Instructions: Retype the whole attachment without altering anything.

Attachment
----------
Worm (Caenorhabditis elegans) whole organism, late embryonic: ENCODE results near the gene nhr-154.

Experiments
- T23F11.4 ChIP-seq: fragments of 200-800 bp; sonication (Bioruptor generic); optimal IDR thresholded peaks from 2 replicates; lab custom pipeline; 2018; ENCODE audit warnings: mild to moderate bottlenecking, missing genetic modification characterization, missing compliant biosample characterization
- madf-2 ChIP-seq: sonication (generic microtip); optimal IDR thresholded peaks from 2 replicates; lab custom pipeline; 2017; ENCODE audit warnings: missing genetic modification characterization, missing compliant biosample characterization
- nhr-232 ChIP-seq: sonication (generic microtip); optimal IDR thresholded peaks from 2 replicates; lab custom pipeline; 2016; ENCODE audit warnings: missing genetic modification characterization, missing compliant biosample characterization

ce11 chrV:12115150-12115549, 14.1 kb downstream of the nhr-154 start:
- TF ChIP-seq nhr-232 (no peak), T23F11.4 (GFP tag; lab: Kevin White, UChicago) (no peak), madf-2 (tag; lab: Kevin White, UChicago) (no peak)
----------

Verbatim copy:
Worm (Caenorhabditis elegans) whole organism, late embryonic: ENCODE results near the gene nhr-154.

Experiments
- T23F11.4 ChIP-seq: fragments of 200-800 bp; sonication (Bioruptor generic); optimal IDR thresholded peaks from 2 replicates; lab custom pipeline; 2018; ENCODE audit warnings: mild to moderate bottlenecking, missing genetic modification characterization, missing compliant biosample characterization
- madf-2 ChIP-seq: sonication (generic microtip); optimal IDR thresholded peaks from 2 replicates; lab custom pipeline; 2017; ENCODE audit warnings: missing genetic modification characterization, missing compliant biosample characterization
- nhr-232 ChIP-seq: sonication (generic microtip); optimal IDR thresholded peaks from 2 replicates; lab custom pipeline; 2016; ENCODE audit warnings: missing genetic modification characterization, missing compliant biosample characterization

ce11 chrV:12115150-12115549, 14.1 kb downstream of the nhr-154 start:
- TF ChIP-seq nhr-232 (no peak), T23F11.4 (GFP tag; lab: Kevin White, UChicago) (no peak), madf-2 (tag; lab: Kevin White, UChicago) (no peak)